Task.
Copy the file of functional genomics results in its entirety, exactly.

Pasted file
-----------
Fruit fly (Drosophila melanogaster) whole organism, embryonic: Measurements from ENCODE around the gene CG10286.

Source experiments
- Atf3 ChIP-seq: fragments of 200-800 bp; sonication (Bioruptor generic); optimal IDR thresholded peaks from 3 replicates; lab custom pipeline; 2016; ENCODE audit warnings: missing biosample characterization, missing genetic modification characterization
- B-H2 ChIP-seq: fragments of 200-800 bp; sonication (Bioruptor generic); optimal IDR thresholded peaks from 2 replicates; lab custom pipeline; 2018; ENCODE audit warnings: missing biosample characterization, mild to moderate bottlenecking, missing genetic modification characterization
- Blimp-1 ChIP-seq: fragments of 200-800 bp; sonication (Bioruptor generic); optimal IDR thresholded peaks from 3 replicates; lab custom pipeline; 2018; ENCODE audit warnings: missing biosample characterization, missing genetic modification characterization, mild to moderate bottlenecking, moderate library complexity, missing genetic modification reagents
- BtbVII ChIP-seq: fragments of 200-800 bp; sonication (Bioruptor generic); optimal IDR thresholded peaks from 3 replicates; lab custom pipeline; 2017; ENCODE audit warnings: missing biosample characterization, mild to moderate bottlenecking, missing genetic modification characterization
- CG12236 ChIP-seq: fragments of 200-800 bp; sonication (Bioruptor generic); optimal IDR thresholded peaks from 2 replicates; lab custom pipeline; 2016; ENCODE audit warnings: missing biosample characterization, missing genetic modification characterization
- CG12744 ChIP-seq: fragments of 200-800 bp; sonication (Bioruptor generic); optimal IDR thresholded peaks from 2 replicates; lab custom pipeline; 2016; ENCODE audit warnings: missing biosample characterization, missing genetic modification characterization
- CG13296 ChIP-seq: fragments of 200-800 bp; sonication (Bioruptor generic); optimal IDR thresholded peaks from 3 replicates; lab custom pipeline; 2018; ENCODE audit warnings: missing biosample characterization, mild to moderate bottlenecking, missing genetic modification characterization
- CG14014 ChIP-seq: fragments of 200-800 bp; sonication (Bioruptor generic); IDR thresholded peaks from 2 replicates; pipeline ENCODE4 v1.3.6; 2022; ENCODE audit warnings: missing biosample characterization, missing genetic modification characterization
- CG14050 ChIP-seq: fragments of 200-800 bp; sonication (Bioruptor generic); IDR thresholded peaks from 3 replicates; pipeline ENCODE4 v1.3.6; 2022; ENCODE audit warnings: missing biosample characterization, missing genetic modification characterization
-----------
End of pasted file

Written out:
Fruit fly (Drosophila melanogaster) whole organism, embryonic: Measurements from ENCODE around the gene CG10286.

Source experiments
- Atf3 ChIP-seq: fragments of 200-800 bp; sonication (Bioruptor generic); optimal IDR thresholded peaks from 3 replicates; lab custom pipeline; 2016; ENCODE audit warnings: missing biosample characterization, missing genetic modification characterization
- B-H2 ChIP-seq: fragments of 200-800 bp; sonication (Bioruptor generic); optimal IDR thresholded peaks from 2 replicates; lab custom pipeline; 2018; ENCODE audit warnings: missing biosample characterization, mild to moderate bottlenecking, missing genetic modification characterization
- Blimp-1 ChIP-seq: fragments of 200-800 bp; sonication (Bioruptor generic); optimal IDR thresholded peaks from 3 replicates; lab custom pipeline; 2018; ENCODE audit warnings: missing biosample characterization, missing genetic modification characterization, mild to moderate bottlenecking, moderate library complexity, missing genetic modification reagents
- BtbVII ChIP-seq: fragments of 200-800 bp; sonication (Bioruptor generic); optimal IDR thresholded peaks from 3 replicates; lab custom pipeline; 2017; ENCODE audit warnings: missing biosample characterization, mild to moderate bottlenecking, missing genetic modification characterization
- CG12236 ChIP-seq: fragments of 200-800 bp; sonication (Bioruptor generic); optimal IDR thresholded peaks from 2 replicates; lab custom pipeline; 2016; ENCODE audit warnings: missing biosample characterization, missing genetic modification characterization
- CG12744 ChIP-seq: fragments of 200-800 bp; sonication (Bioruptor generic); optimal IDR thresholded peaks from 2 replicates; lab custom pipeline; 2016; ENCODE audit warnings: missing biosample characterization, missing genetic modification characterization
- CG13296 ChIP-seq: fragments of 200-800 bp; sonication (Bioruptor generic); optimal IDR thresholded peaks from 3 replicates; lab custom pipeline; 2018; ENCODE audit warnings: missing biosample characterization, mild to moderate bottlenecking, missing genetic modification characterization
- CG14014 ChIP-seq: fragments of 200-800 bp; sonication (Bioruptor generic); IDR thresholded peaks from 2 replicates; pipeline ENCODE4 v1.3.6; 2022; ENCODE audit warnings: missing biosample characterization, missing genetic modification characterization
- CG14050 ChIP-seq: fragments of 200-800 bp; sonication (Bioruptor generic); IDR thresholded peaks from 3 replicates; pipeline ENCODE4 v1.3.6; 2022; ENCODE audit warnings: missing biosample characterization, missing genetic modification characterization